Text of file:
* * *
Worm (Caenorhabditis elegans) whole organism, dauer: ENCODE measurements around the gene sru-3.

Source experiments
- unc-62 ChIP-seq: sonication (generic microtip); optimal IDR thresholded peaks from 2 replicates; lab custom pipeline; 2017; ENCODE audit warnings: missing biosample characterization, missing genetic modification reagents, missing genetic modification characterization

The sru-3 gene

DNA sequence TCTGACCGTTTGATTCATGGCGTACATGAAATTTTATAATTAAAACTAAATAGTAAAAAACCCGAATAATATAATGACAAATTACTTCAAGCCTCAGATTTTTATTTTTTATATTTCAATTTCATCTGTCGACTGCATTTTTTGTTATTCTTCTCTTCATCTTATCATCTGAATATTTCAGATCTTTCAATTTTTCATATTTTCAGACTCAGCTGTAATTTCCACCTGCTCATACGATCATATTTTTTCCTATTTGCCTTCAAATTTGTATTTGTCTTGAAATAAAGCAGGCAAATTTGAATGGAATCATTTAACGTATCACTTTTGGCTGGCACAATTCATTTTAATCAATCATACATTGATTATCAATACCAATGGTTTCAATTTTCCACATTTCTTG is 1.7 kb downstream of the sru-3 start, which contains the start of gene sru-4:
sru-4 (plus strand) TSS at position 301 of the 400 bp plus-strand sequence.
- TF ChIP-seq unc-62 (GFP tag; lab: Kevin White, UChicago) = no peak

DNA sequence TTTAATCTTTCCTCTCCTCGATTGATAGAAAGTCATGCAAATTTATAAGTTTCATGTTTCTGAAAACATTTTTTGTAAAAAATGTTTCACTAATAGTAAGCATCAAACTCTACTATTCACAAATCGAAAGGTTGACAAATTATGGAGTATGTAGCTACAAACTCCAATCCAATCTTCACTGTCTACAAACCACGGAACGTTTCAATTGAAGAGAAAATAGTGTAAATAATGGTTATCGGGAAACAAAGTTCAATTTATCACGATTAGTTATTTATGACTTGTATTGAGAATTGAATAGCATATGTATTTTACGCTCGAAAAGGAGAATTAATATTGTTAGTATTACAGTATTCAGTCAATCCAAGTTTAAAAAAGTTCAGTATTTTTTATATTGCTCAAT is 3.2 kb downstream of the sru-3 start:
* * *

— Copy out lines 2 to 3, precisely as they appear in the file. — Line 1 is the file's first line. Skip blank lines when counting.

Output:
Source experiments
- unc-62 ChIP-seq: sonication (generic microtip); optimal IDR thresholded peaks from 2 replicates; lab custom pipeline; 2017; ENCODE audit warnings: missing biosample characterization, missing genetic modification reagents, missing genetic modification characterization